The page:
Many of you will know that Copac now has a presence on Twitter.Â Some of you may have come to this blog from our Twitter feed.Â Many of you, Iâ€™m sure, will be devout Twitterers, tweeting away with your pithy and insightful comments.Â Others will be shaking their head and saying â€˜Eh now? Tweeting? Is the latest interweb craze to pretend youâ€™re a bird?!?â€™ [note: stereotype used for comedy purposes only, and guaranteed to bear no actual resemblance to any of our readers.]
Twitter is a microblogging service, where users answer the question â€œWhat are you doing?â€ in 140 characters or less. Thanks to prominent Twitterers such as Barack Obama, Stephen Fry, and â€¦ ummâ€¦ Darth Vader, Twitter has recently gained enormous media coverage. Obama used it for campaigning. Stephen Fry live-tweeted being stuck in a lift. Darth Vader does Thriller.
Itâ€™s fairly obvious that thereâ€™s a large amount of the wild and wacky on Twitter â€“ as well as a fair amount of the frankly banal. Updates about meals/gym regimes/bedtimes may be scintillating stuff for your close circle of friends, but unless you have a particularly effulgent turn of phrase â€“ or a dangerously exciting lifestyle â€“ they arenâ€™t going to thrill the twitosphere.
Weâ€™re all guilty of it. A look at my personal tweets will â€¦ well, you looked. However, itâ€™s a bit different when youâ€™re not tweeting for yourself. Tweeting on behalf of Copac means that I have a whole different audience, a different set of priorities. What will Copac users find interesting? What will they ignore with a yawn? And Iâ€™m finding it surprisingly difficult to do in that format.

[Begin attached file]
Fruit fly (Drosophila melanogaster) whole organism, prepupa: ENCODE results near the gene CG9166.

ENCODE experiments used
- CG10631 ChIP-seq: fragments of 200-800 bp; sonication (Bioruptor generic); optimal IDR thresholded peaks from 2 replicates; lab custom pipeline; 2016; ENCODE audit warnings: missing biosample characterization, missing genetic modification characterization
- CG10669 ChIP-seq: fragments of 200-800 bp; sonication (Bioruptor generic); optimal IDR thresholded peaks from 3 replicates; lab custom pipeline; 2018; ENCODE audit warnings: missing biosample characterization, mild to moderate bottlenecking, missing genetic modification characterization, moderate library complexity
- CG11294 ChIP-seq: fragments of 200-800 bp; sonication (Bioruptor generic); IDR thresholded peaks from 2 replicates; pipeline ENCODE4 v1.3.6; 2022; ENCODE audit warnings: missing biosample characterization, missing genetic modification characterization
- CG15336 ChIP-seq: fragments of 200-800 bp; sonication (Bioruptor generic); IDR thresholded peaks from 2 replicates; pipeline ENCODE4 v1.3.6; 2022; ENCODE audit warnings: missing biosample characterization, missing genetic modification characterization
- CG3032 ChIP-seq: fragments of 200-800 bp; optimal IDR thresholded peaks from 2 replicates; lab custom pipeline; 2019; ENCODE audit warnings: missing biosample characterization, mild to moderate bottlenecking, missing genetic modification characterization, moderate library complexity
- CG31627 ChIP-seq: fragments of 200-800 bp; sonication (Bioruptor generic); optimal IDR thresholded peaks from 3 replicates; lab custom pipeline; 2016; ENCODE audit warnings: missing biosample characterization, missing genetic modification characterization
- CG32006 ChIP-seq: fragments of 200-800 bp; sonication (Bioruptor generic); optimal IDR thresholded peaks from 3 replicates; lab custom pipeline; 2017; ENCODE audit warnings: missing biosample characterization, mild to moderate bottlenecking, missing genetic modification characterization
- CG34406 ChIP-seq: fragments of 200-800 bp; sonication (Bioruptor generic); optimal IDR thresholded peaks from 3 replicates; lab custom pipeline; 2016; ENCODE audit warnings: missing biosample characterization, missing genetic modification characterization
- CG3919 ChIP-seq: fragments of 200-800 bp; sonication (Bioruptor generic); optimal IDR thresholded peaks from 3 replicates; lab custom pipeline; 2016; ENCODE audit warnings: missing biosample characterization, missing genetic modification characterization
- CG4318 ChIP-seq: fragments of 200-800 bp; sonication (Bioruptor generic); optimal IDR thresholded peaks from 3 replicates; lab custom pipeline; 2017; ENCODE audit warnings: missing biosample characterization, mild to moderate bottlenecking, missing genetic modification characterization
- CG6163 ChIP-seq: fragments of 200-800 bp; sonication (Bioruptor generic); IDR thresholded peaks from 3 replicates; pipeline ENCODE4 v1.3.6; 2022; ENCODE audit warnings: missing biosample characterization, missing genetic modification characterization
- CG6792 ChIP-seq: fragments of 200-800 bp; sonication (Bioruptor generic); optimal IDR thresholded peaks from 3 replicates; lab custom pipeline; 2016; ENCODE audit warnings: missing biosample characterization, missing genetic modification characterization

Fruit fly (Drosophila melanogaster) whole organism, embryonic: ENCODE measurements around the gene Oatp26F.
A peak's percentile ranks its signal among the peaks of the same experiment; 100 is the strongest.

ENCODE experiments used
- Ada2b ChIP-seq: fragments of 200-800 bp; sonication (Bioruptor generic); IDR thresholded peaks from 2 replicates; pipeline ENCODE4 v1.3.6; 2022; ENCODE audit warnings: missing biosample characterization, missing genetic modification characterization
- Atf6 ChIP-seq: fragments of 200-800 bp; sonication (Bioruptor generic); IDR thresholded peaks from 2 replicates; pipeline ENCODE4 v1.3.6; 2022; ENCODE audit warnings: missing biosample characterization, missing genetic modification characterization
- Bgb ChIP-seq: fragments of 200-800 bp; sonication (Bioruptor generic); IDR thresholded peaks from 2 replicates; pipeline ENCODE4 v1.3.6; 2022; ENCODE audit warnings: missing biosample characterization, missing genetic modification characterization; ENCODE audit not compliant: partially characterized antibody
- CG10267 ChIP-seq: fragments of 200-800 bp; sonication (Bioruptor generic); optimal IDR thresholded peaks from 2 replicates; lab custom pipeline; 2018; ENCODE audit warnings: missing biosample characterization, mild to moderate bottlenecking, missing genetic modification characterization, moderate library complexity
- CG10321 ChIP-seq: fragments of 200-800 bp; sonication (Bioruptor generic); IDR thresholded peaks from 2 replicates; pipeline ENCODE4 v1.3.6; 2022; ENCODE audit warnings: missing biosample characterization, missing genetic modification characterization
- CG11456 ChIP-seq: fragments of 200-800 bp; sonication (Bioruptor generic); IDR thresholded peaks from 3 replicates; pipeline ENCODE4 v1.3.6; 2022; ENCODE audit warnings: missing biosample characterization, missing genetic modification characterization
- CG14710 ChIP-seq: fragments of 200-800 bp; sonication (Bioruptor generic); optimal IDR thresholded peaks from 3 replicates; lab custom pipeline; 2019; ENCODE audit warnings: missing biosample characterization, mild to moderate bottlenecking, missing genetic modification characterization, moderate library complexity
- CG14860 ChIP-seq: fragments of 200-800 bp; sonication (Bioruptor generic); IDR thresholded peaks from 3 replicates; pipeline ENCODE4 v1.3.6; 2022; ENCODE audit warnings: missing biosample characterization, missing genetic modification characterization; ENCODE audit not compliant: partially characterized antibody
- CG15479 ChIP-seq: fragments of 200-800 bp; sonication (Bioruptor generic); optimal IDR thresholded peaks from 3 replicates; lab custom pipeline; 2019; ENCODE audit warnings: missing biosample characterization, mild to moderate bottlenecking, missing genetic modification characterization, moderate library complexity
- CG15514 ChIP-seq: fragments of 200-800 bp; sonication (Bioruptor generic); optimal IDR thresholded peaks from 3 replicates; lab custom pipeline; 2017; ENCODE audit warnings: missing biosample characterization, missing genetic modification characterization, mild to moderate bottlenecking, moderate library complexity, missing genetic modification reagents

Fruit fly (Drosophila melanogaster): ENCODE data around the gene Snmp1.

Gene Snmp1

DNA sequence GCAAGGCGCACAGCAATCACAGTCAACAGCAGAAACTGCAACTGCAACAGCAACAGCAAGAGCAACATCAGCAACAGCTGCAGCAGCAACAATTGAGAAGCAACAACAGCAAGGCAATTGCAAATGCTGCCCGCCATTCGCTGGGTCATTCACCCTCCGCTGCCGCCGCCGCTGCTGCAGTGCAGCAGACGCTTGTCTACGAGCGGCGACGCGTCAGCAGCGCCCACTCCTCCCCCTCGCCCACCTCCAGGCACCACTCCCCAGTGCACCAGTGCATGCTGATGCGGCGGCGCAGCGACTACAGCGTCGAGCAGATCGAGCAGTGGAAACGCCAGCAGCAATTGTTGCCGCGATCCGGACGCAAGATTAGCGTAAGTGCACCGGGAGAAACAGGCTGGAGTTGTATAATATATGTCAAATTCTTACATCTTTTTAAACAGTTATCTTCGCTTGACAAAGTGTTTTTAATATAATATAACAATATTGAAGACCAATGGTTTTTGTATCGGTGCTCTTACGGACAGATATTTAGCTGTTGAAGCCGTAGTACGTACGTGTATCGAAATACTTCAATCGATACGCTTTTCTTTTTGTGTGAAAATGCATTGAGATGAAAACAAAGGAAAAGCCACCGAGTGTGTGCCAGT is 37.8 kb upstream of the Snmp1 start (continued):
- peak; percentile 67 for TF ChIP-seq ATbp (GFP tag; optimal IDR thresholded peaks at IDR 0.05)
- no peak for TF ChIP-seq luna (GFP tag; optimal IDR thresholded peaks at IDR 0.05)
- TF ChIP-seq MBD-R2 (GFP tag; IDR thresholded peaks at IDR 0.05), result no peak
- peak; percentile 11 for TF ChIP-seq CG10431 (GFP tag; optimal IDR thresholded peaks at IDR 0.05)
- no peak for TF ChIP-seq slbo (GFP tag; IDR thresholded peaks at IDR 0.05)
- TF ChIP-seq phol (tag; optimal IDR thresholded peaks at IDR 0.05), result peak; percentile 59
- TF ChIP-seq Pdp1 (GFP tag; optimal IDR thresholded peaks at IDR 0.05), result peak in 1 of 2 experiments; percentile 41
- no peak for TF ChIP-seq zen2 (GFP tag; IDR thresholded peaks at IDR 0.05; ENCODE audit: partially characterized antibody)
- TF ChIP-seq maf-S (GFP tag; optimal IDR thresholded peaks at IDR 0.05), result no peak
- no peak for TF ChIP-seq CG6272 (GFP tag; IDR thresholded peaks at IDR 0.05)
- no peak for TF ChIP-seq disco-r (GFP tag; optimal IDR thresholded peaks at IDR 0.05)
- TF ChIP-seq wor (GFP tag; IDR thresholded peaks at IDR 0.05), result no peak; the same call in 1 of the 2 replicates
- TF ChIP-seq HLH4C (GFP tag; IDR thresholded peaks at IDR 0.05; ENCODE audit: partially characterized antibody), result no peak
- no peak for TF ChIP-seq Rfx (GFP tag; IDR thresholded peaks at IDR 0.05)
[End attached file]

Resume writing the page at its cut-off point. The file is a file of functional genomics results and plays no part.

The tweet, the microblog, is â€“ like the Facebook status â€“ an informal medium. Itâ€™s hard to be otherwise in 140 characters. Trying to be formal results in very stilted tweets, where the occasional (space-necessitated) contraction and web-speak glares and jars. If youâ€™ve got this far, youâ€™ve probably realised that formal isnâ€™t really my style. And yet the point of the Copac Twitter account is toâ€¦ is toâ€¦
Ah. I think weâ€™ve found the root of my style problem. What is the point of the Copac Twitter account? Surely weâ€™re not just doing it to be fashionably web 2.0. Are we doing it to inform people of Copac news? Yes, but we already have a news blog for that. Are we doing it to promote Copac developments? Yes, but we already have a development blog for that. Are we doing it to connect with our users and our peers? To get closer to the Copac community? Yes!
So there we are. Weâ€™ve found our audience. Now can you help us find our voice? What do you want Copac to tweet about? How do you want us to speak to you? Please let us know! You can contact us through the comments here, at the news blog, on our Twitter account, on our Facebook page,Â by email, or phone. Or shine the Copac symbol from the top of a tall building on a dark and stormy night, and await the caped librariansâ€¦